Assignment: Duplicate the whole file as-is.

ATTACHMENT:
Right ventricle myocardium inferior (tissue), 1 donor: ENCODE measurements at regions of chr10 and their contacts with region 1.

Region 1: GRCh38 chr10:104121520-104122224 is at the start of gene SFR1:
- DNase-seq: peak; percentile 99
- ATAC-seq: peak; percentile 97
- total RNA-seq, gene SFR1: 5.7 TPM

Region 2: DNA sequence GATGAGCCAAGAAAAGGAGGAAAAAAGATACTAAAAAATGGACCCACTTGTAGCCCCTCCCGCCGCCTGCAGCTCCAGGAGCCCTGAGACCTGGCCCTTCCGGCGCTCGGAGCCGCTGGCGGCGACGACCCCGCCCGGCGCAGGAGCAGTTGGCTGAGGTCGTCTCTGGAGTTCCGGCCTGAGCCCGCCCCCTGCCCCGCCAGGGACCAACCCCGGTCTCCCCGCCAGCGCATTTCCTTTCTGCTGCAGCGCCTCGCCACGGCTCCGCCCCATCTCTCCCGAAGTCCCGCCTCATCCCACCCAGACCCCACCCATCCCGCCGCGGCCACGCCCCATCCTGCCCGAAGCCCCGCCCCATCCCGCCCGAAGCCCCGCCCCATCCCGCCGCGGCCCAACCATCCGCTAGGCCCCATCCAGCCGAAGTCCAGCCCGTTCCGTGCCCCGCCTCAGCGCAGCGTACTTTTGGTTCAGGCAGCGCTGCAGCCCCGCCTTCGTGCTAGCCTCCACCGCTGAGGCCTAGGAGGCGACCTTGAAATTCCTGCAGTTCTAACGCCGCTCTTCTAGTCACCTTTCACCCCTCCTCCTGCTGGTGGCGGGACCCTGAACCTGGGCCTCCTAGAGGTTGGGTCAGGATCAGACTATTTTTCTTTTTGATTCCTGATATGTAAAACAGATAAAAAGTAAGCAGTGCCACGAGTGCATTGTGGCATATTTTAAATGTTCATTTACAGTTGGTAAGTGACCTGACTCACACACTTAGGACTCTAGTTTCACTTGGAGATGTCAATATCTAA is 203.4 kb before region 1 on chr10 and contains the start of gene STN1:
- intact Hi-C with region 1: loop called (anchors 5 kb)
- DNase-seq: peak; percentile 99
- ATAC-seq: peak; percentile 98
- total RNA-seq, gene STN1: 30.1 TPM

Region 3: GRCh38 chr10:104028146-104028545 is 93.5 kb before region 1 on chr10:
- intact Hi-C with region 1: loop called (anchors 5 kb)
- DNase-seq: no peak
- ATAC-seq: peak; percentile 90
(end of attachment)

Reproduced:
Right ventricle myocardium inferior (tissue), 1 donor: ENCODE measurements at regions of chr10 and their contacts with region 1.

Region 1: GRCh38 chr10:104121520-104122224 is at the start of gene SFR1:
- DNase-seq: peak; percentile 99
- ATAC-seq: peak; percentile 97
- total RNA-seq, gene SFR1: 5.7 TPM

Region 2: DNA sequence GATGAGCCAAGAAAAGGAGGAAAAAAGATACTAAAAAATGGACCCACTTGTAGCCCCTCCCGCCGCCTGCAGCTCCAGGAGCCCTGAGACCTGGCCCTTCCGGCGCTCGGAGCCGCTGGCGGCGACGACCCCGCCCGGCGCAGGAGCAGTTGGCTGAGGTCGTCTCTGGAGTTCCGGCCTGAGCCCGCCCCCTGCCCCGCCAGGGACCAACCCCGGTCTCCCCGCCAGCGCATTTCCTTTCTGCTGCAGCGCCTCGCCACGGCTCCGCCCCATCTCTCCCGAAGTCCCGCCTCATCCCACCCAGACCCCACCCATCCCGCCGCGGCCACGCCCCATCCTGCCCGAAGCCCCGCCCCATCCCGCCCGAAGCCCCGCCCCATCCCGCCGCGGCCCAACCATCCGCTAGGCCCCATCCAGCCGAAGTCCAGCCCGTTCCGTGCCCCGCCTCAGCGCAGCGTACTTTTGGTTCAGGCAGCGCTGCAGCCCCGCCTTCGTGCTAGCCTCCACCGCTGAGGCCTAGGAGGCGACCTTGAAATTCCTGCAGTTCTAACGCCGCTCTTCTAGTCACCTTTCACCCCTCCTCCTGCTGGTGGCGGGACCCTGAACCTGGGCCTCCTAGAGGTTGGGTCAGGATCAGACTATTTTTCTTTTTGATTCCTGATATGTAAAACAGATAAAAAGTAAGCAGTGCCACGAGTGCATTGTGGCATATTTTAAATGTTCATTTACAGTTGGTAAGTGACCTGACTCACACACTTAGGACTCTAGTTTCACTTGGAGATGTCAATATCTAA is 203.4 kb before region 1 on chr10 and contains the start of gene STN1:
- intact Hi-C with region 1: loop called (anchors 5 kb)
- DNase-seq: peak; percentile 99
- ATAC-seq: peak; percentile 98
- total RNA-seq, gene STN1: 30.1 TPM

Region 3: GRCh38 chr10:104028146-104028545 is 93.5 kb before region 1 on chr10:
- intact Hi-C with region 1: loop called (anchors 5 kb)
- DNase-seq: no peak
- ATAC-seq: peak; percentile 90